Feelings of guilt, anger, frustration, heart brokenness, worry, fear, and angst because it hits a little too close to home are all feelings that I learned were very normal, and I have to thank my most recent mental health education for that. One major reason why it’s been extremely hard for me to keep up with everyone, (besides the fact that it’s just hard to do that with thousands of social media connections) is that my own family had crisis. My immediate family and most closest friends know more details about my own history with years of struggling with depression and anxiety, which was chronic and mild. So, when a family member has a major episode of psychosis we were unfortunately ill prepared. My ideas of calm meditation, eating healthy, yoga, and mindfulness kinda went out the window because telling someone who wields a sword and declares that they will protect the people of earth as a chosen warrior of God, to add some zen to their life doesn’t really cut it…at least not at that time.

And so determined to understand psychosis, which was new to me on a personal level, be a better knowledge base for my family and anyone else who came my way wondering how the heck do you deal with the sudden loss of a loved one either by physical death, or death of a personality you had grown to love, I took up the Mental Health First Aid training which is free and accessible, so I can be more aware and appropriately responsive.

I also enrolled in the NAMI Family-to-Family classes with my mother. NAMI Family-to-Family is a free, 12-session educational program for family, significant others and friends of people living with mental illness. It is a designated evidenced-based program. Research shows that the program significantly improves the coping and problem-solving abilities of the people closest to an individual living with a mental health condition.

I joined NAMI back in 2015 and even went to the annual conference in my state. I had been on the fence about being involved this year because I had gotten lost in their system via no responses to my correspondence and attempts to get more involved, which isn’t unusual for nonprofits at all. This is why I’ve a love/hate/grudgingly respect and appreciate relationship with large nonprofits and prefer to partner with smaller grassroots organizations. But I am very glad that NAMI has this program and I highly recommend checking it out even if you yourself have a mental health issue.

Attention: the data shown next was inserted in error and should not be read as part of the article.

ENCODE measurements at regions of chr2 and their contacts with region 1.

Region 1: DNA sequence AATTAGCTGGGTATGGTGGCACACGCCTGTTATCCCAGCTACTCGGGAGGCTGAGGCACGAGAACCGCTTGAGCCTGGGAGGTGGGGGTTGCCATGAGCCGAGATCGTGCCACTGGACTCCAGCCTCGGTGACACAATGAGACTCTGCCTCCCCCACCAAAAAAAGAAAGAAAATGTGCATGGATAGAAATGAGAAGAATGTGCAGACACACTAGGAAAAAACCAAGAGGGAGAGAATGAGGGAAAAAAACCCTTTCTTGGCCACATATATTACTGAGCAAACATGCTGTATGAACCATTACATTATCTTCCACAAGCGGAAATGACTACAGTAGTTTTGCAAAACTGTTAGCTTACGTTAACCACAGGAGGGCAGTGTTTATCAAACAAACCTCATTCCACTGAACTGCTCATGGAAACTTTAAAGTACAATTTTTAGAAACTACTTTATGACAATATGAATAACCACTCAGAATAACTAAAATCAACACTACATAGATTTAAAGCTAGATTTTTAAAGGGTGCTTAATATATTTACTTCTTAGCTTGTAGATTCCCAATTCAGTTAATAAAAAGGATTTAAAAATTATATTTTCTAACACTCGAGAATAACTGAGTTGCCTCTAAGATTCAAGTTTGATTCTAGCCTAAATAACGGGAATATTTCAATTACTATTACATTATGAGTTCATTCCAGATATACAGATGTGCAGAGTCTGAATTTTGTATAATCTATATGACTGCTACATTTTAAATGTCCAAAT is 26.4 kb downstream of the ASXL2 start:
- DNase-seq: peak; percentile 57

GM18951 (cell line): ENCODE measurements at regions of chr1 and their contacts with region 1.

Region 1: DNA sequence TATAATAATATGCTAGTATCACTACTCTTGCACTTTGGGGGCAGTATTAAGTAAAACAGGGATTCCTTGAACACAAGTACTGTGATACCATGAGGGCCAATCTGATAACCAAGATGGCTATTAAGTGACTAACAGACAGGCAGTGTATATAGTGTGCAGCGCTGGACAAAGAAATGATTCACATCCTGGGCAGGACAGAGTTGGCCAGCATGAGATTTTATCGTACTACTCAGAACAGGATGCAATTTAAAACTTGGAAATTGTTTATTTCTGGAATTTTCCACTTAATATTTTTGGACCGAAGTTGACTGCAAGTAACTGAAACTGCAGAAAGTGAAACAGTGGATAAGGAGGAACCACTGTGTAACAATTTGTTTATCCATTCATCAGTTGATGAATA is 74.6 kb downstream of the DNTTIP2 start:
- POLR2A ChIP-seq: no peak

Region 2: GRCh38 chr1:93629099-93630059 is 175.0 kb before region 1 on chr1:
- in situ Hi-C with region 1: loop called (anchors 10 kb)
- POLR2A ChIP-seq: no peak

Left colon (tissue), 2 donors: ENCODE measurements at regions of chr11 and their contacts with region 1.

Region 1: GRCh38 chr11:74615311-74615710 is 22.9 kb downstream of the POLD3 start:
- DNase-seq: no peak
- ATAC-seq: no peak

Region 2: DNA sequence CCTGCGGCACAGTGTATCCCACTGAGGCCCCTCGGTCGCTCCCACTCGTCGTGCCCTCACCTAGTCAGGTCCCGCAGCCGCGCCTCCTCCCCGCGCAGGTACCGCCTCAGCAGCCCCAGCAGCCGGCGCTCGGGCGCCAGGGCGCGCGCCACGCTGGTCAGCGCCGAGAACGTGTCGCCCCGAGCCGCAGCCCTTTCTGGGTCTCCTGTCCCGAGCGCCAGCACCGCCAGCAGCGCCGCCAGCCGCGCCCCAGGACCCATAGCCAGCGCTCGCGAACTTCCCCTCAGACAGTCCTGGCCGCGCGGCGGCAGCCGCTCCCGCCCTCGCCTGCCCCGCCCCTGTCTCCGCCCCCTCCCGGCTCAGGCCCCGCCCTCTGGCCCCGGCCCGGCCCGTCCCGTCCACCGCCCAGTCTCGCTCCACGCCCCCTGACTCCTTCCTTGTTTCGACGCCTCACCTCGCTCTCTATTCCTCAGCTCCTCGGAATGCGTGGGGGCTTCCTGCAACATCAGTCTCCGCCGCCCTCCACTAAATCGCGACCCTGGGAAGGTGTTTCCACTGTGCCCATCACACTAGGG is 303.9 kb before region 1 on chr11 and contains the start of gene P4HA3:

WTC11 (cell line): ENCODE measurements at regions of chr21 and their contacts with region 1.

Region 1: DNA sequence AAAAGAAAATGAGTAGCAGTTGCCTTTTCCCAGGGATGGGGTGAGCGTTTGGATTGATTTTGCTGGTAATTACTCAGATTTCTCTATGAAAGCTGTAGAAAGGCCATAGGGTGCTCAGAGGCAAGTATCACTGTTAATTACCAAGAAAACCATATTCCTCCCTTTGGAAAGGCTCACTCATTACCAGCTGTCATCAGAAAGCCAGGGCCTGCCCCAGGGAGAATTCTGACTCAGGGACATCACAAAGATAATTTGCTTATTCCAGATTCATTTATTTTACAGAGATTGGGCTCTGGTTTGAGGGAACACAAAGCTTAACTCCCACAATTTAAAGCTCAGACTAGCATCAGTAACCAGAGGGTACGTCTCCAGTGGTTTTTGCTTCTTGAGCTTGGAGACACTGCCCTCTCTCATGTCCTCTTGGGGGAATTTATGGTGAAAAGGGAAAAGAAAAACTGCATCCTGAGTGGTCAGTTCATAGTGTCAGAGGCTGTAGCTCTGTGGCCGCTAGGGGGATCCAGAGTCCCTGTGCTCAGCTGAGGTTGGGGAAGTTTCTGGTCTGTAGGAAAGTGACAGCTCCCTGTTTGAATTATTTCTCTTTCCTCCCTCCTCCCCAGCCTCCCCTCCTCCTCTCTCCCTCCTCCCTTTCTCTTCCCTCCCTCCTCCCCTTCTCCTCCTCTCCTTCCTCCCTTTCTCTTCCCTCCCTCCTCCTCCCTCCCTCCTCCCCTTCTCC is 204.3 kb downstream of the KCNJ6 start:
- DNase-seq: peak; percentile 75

As someone who has been in mental health recovery for about 8 years it was completely new to hear from family members who associated themselves as “not mentally ill” and yet had the heart and determination to empathize and “come out” as die hard advocates.  I say new because I am used to hearing from people with lived experience rather than the outside looking in when they aren’t paid to be looking from the outside in. It gave me perspective, to say the least. I think perspective in and of itself can save a life.

Dr. Kelly Brogan (who I find quite controversial and wonderfully fascinating) wrote that “people require basic tools, simple truths, and community.” I agree with that. And I know that education is one of those basic tools.

The truth is, there is stigma within the mental health community itself.  Psychologists and Psychiatrists go at it, and so do people who have “severe” mental illness vs. those who have “high functioning” mental health disorders. I know for a fact that Amy had people questioning a lot of what she was doing, some of her ideas and thought leadership, and some of those people also had mental health issues.  This is why I believe that education isn’t just for the professionals who treat mental health disorders, but for the people who call themselves advocates and allies as well.

I’m going to end with this, if you felt triggered by the death of Amy do not feel ashamed, or guilty because you feel you are making it about you and not them…those feelings are normal and you are not alone. Reach out. The legacy continues as we continue to share our stories, as we continue to increase awareness and fight injustice and medical practices that do more harm than good. Let’s continue to share our hopes, our dreams for a society that has no stigma and a world that believes in mental wellness for all.

If you or a loved one need support right now, you can reach National Suicide Prevention Lifeline by calling: 1-800-273-8255. 

Until Next Time…Peace!

Oh! By the way, if you want to learn more about the blogger of this post feel free to check out my about page.

Sign up here for a free copy of The ABC Method to Managing Your Mental Health While Running a Business.